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By Mark Hanrahan

LONDON – In Britain, manners are terribly important.

It is frowned upon to make a scene in public, you must say “sorry” with almost alarming regularity, and woe betide anyone who attempts to cut in a line.

Now the government’s desire to uphold this standard of politeness may have overruled a petition signed by over 1.85 million of its own citizens, calling for President Donald Trump not to be welcomed with a full state visit when he comes to the country later this year.

President Donald Trump and British Prime Minister Theresa May walk along the colonnades of the White House in Washington, on Jan. 27.Pablo Martinez Monsivais / AP

The petition began after Prime Minister Theresa May visited Washington in the early days of Trump’s presidency, and invited him to come on a state visit to Britain.

Such a visit— where Trump is hosted in his capacity as the U.S. head of state rather than head of government — is the pinnacle of British pomp and ceremony. It also means that Trump will be welcomed by the British head of state — Queen Elizabeth II.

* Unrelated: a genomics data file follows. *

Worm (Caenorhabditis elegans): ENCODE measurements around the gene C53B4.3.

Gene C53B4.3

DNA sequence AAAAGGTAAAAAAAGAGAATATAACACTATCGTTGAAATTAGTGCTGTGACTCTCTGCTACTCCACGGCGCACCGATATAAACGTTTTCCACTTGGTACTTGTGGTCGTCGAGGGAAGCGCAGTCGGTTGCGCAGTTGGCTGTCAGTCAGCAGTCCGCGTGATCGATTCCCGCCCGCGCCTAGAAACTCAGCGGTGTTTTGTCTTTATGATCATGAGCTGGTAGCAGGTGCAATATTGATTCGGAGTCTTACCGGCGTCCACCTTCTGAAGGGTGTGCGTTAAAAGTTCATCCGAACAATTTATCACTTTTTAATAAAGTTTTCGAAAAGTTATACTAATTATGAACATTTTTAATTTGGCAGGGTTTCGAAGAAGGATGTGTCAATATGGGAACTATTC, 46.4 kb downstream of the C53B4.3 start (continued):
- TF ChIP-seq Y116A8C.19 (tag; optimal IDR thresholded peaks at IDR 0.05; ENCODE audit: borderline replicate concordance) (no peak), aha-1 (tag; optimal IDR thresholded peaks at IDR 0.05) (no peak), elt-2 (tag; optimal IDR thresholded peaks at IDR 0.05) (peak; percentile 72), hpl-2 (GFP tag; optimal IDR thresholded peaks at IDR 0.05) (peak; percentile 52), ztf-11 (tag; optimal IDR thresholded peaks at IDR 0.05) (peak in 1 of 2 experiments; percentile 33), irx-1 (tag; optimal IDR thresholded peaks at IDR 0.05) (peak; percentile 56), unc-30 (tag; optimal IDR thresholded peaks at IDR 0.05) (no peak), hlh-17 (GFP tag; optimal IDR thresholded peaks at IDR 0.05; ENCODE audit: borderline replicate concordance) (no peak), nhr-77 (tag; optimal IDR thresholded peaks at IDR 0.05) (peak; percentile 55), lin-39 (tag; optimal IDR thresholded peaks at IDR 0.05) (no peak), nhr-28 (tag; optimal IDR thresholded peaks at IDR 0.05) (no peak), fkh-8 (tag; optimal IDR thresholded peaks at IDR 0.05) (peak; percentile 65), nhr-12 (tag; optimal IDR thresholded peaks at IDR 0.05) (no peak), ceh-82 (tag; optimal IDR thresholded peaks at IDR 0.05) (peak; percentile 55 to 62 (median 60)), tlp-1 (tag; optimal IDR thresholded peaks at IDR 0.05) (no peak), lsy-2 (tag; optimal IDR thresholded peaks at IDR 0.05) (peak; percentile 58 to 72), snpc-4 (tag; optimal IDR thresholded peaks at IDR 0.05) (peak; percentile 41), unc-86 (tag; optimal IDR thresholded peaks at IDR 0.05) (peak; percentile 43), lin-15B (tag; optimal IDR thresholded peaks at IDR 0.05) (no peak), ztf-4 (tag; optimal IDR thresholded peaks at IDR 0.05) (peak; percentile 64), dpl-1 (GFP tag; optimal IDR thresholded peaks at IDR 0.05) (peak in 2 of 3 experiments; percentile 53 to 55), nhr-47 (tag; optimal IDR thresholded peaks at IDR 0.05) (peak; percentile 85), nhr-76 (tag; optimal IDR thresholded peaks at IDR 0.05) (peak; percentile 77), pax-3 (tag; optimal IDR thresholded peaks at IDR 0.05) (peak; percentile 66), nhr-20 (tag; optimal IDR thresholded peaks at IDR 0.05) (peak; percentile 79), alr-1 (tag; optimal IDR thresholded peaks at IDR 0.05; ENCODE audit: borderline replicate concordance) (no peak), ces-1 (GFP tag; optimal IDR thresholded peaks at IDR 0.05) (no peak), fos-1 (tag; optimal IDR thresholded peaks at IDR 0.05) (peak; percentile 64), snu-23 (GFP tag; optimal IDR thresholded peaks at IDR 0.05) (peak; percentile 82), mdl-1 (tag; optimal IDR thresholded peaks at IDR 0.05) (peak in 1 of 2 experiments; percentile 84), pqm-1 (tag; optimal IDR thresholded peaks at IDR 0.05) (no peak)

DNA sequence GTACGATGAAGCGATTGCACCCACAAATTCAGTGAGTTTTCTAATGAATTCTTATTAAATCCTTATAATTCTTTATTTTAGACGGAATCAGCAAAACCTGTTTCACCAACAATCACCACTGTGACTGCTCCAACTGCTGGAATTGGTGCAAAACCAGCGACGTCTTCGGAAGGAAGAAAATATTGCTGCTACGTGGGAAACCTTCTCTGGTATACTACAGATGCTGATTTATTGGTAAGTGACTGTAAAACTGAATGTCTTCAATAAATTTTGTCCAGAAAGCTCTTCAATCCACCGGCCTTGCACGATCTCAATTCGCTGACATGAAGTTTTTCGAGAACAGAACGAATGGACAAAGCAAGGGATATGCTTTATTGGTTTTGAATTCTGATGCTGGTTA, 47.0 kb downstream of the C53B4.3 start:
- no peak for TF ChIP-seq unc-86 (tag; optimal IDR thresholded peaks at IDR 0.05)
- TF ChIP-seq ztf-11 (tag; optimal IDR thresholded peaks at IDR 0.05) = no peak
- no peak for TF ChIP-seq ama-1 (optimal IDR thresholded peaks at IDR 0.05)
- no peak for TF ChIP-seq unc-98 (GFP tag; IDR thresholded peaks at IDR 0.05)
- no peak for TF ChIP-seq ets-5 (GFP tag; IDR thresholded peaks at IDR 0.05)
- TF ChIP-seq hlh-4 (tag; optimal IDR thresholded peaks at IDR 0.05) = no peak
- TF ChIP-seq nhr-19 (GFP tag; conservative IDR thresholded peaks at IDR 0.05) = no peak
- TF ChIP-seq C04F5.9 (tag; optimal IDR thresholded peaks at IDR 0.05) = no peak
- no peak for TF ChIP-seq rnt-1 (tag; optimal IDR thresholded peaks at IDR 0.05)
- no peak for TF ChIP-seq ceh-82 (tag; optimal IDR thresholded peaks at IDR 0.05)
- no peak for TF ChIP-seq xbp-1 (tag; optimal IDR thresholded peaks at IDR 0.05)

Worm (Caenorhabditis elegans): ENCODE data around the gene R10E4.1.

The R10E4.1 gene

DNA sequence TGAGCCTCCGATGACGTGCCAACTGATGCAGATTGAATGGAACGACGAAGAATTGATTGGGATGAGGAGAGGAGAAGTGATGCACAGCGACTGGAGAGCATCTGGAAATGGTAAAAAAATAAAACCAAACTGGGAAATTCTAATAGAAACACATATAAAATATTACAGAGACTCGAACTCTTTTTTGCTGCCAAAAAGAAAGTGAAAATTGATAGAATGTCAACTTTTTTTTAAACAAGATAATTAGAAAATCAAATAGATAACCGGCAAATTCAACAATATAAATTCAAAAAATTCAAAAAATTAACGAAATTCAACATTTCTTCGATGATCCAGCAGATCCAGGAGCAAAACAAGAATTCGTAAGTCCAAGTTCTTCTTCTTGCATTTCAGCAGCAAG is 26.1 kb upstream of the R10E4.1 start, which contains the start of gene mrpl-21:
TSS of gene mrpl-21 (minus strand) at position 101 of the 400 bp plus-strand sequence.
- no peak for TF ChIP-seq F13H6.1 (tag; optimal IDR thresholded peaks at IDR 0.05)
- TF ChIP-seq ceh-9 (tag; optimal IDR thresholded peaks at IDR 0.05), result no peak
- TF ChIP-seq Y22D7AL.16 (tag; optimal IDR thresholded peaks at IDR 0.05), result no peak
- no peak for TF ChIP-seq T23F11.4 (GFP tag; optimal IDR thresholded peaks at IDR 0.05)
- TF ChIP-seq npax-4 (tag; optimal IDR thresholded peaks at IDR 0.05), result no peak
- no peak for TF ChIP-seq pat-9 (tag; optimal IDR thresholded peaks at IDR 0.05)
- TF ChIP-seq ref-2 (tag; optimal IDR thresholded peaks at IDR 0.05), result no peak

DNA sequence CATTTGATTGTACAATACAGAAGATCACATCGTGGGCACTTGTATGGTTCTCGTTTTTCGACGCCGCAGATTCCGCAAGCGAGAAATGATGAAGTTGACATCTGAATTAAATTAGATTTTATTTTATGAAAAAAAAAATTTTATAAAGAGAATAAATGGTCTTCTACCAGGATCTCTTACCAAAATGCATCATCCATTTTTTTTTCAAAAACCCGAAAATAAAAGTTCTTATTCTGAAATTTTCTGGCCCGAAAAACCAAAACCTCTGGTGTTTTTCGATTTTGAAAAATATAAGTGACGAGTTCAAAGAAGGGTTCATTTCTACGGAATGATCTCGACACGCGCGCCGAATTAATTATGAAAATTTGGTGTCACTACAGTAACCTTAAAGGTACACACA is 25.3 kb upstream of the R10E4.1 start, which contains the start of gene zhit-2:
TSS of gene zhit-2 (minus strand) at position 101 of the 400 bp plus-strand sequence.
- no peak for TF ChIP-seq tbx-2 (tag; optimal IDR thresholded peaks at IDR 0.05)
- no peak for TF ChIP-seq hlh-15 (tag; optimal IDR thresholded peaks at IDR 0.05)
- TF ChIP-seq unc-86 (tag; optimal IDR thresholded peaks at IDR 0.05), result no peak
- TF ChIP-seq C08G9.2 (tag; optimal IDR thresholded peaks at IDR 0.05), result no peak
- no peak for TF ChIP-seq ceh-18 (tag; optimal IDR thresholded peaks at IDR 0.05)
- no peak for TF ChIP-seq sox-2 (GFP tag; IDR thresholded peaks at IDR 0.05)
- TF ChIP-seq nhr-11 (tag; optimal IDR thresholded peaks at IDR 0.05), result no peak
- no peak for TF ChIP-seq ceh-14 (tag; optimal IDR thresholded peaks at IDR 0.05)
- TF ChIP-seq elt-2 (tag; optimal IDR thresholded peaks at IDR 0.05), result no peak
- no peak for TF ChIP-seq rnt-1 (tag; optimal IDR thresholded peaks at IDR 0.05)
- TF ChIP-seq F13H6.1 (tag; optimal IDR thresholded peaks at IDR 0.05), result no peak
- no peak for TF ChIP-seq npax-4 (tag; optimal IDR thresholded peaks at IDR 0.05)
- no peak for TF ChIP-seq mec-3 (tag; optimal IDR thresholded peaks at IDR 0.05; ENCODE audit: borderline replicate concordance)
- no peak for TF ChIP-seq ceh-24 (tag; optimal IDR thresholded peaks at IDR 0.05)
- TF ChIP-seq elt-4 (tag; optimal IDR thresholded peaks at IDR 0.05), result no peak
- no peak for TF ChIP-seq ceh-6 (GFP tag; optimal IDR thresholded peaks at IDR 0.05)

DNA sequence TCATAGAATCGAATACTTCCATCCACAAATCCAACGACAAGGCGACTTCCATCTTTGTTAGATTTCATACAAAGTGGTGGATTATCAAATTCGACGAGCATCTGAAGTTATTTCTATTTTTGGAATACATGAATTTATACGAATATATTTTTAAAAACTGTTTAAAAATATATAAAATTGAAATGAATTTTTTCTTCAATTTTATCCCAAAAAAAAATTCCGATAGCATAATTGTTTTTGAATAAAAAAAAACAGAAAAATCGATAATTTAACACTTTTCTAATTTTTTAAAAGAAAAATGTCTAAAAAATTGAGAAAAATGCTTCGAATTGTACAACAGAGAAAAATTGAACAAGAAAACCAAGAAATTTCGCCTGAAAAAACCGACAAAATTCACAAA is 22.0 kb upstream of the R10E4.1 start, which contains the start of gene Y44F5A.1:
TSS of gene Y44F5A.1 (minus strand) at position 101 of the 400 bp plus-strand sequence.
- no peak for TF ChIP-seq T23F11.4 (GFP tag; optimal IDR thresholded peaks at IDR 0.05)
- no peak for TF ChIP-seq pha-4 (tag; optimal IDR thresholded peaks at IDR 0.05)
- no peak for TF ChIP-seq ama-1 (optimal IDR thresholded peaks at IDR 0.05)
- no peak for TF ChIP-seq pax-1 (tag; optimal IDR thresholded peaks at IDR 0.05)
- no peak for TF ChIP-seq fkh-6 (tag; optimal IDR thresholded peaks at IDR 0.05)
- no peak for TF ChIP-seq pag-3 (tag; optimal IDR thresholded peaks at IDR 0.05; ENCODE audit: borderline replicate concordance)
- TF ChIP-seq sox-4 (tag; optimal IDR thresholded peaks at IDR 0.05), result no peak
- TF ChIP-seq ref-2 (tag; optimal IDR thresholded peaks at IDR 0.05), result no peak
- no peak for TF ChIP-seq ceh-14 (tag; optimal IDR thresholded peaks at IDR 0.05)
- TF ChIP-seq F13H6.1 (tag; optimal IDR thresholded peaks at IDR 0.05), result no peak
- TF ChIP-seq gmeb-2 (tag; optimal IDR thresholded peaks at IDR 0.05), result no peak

The petition called for Trump to be allowed to visit as head of government, but not be afforded a state visit “because it would cause embarrassment to Her Majesty the Queen.”

It had attracted around 1,856,582 signatures at the time of writing, which is around 2.8 percent of the U.K.’s population.

Now the British government has responded, saying that it “recognizes the strong views expressed by the many signatories of this petition,” but it does not support it.

The statement added that the British government believes that Trump “should be extended the full courtesy of a state visit,” and that such a visit “reflects the importance of the relationship” between the U.S. and the U.K.

President Barack Obama and Queen Elizabeth II during a State Banquet in Buckingham Palace in London, England on May 24, 2011.WPA Pool / Getty Images

The U.K. has historically not invited new U.S. presidents for a state visit until towards the end of their first term, so Trump’s invitation is something of a break with tradition.

This break may in part be due to Britain’s desire to quickly negotiate a trade deal with the U.S., as the U.K. prepares to exit the European Union.

The proposed visit has been a source of some controversy in the U.K. Besides the petition, John Bercow, the House of Commons Speaker, also broke with tradition by saying that he did not think Trump should be afforded the honor of addressing both houses of Parliament.